My colleagues at Mayer Brown LLP have come out with a superb treatise on Federal Appellate Practice. Naturally, I'm biased in this evaluation; but I think it's broadly agreed that Mayer's appellate practice is at least one of the very top in the nation, and they have a lot of experience to pass on. Judge Alex Kozinski agrees in his blurb for the book, calling it "a guide that every appellate lawyer should read — and that every client should expect to see on his lawyer's shelf."
I thought it would be worthwhile to blog some excerpts from the treatise this week, chiefly about amicus briefs and about oral arguments. These aren't necessarily the most important parts of federal appellate practice, but I have to admit that many important parts are not necessarily the most exciting to read about, unless you actually need them for a brief you're working on. So I tried to compromise by finding something generally interesting yet still relatively useful.
Today, I start with a question that has sometimes arisen in discussions here: Why should anyone file an amicus brief, and how should people decide whether to spend their time and money doing it? Here's the discussion, from chapter 12.2 of Federal Appellate Practice (some paragraph breaks added):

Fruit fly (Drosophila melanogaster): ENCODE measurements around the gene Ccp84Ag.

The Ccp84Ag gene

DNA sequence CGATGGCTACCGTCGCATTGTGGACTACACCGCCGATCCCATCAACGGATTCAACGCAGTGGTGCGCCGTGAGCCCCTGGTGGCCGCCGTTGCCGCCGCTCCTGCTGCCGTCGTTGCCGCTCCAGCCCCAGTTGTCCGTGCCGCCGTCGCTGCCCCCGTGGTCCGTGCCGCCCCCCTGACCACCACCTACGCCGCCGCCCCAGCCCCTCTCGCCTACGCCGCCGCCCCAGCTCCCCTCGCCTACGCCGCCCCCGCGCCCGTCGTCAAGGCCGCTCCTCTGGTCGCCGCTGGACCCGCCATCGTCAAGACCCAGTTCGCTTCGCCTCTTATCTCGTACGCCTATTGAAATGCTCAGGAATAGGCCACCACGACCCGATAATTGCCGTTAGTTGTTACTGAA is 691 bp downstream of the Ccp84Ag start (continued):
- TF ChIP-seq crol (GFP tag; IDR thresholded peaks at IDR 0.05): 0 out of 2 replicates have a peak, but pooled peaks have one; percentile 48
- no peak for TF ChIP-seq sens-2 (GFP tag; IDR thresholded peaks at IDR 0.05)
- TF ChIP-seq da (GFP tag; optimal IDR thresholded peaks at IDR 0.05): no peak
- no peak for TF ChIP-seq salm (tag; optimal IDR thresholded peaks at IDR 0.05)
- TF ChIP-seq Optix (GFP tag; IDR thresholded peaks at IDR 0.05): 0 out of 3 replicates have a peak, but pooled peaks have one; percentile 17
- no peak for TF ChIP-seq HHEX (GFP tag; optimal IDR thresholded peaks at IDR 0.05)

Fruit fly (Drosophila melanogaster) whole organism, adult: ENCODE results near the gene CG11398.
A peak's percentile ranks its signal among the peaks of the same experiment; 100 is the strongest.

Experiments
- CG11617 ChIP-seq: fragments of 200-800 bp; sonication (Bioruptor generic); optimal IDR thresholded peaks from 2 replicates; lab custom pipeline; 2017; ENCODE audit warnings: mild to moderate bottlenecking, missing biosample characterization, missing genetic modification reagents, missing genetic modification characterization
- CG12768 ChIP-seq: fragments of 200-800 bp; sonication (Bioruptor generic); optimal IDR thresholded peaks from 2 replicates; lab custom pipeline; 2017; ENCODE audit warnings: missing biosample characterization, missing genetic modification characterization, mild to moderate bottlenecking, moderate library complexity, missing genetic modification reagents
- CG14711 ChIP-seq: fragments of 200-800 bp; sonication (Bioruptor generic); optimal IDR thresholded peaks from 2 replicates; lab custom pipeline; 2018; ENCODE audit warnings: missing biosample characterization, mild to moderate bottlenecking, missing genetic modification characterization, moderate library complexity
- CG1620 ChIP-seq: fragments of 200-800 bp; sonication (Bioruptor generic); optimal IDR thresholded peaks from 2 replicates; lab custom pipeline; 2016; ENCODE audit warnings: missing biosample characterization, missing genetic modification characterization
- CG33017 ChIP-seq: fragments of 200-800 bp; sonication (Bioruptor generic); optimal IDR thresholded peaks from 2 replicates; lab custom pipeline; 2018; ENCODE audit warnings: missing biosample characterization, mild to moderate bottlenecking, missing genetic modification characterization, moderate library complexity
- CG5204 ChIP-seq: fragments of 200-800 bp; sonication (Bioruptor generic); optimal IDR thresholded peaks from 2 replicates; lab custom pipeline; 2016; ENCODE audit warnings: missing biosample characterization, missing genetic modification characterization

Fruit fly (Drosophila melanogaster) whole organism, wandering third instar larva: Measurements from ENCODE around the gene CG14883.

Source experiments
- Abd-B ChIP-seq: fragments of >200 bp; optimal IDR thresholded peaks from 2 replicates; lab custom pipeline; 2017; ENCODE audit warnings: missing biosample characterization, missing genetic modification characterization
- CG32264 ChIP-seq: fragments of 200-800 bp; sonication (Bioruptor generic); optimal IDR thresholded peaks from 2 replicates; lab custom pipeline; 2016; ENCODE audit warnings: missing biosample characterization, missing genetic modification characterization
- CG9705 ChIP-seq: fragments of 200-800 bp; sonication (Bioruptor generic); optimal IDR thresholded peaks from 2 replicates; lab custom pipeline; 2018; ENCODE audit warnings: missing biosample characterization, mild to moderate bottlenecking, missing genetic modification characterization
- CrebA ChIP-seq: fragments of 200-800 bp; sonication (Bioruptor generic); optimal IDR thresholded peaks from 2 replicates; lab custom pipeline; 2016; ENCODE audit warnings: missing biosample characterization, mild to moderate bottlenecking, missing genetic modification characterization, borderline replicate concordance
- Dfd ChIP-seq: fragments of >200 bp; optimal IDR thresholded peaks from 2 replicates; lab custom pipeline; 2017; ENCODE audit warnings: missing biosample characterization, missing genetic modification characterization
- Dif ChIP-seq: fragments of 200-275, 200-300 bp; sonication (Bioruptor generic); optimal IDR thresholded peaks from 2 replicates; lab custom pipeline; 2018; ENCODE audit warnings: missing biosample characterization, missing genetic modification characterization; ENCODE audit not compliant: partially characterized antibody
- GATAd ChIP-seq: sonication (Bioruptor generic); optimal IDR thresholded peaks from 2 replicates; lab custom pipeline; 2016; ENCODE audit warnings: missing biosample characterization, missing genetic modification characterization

There are many different types of amicus briefs that persons or organizations want to submit to a court of appeals. An amicus sometimes wants to file a brief because it lacks confidence in the party's ability to address the core issues in the case accurately and competently. In that circumstance, an amicus brief is similar to a party's brief, addressing the same issues as the party and advancing essentially the same points, although it may not include some of the required components of a party's brief (for example, a statement of the case and, in many instances, a statement of the facts).
Another type of amicus brief is filed simply "to enable the officers of trade associations to show their members that they are on the ball." In that circumstance, as Justice Scalia has put it with characteristic bluntness, "it really does not matter what the amicus brief says."
Ideally, however, an amicus will attempt to say something that is of use to the court and different from what the party says. Amicus briefs of this type commonly fall into one of four categories.
First, there is an infinite variety of circumstances in which an amicus brief can provide extra-record factual information that may be of assistance to the court in understanding the background for the issues. An amicus brief can collect relevant facts or data that do not appear in the parties' briefs or in the record. This kind of brief enlarges the factual context in which the court will resolve the issues, beyond the record made before the trial court or administrative agency.